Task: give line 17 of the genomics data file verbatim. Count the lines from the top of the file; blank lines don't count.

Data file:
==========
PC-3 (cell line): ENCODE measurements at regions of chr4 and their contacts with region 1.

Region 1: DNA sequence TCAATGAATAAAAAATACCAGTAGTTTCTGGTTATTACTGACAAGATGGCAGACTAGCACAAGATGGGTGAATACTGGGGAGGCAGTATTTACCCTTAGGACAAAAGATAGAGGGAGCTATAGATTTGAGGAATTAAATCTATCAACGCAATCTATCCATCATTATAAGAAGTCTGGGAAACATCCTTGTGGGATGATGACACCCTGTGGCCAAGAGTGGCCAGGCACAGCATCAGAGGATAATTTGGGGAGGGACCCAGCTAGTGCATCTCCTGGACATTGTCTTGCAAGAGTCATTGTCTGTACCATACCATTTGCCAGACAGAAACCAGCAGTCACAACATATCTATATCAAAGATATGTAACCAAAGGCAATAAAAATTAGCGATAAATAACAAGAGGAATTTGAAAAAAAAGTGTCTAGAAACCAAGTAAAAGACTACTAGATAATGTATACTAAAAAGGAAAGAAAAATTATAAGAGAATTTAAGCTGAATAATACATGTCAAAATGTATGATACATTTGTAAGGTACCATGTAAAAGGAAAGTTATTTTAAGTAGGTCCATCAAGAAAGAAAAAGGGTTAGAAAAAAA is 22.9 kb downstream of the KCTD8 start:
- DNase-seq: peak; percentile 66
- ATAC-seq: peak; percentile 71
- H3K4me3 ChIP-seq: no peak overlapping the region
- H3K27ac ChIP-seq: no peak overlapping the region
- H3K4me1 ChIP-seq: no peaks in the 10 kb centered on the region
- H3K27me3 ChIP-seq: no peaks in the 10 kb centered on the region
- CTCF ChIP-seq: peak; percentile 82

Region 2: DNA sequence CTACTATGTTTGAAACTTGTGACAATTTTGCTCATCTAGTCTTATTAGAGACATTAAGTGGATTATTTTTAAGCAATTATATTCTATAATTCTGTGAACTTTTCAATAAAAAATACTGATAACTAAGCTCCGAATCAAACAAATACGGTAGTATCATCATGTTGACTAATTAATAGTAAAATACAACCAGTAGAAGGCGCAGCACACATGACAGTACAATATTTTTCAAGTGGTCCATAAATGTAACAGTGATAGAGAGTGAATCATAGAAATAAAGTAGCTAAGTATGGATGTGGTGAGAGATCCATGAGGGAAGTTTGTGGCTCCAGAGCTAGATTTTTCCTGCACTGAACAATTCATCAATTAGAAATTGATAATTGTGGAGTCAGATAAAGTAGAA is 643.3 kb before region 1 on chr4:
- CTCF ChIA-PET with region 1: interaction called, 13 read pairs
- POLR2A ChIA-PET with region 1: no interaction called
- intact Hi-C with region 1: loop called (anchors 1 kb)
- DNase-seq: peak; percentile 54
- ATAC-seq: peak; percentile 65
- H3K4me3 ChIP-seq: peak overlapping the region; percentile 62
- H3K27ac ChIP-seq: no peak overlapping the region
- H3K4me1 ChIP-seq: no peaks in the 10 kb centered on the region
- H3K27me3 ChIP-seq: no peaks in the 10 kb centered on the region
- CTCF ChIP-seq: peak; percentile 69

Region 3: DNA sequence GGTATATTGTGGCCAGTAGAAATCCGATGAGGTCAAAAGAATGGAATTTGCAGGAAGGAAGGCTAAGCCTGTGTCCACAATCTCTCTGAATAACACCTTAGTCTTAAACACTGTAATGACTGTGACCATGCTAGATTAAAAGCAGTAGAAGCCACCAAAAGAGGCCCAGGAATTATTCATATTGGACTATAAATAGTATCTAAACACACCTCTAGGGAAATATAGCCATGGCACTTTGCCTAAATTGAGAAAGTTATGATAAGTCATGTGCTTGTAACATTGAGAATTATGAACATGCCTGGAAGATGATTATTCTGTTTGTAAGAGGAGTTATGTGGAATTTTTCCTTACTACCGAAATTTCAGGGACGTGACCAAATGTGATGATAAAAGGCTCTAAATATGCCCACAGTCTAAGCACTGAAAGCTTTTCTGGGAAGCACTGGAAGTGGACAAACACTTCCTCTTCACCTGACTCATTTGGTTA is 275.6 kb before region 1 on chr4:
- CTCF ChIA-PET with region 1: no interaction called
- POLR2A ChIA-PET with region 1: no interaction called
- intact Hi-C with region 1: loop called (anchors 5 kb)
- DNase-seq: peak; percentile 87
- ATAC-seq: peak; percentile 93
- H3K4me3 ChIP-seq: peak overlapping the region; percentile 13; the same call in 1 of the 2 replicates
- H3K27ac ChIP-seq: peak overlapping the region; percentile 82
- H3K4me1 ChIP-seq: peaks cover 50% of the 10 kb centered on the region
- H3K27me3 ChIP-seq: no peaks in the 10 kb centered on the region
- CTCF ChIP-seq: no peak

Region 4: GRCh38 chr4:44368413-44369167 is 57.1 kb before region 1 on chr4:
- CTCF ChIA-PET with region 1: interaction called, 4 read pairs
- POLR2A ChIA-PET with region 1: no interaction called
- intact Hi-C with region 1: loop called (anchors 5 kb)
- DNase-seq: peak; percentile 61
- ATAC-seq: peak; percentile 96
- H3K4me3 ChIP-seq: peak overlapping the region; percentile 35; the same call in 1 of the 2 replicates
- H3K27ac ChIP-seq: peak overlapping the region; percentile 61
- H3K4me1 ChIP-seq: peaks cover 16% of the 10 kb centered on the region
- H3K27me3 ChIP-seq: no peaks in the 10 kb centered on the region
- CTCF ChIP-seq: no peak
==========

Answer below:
- H3K27ac ChIP-seq: no peak overlapping the region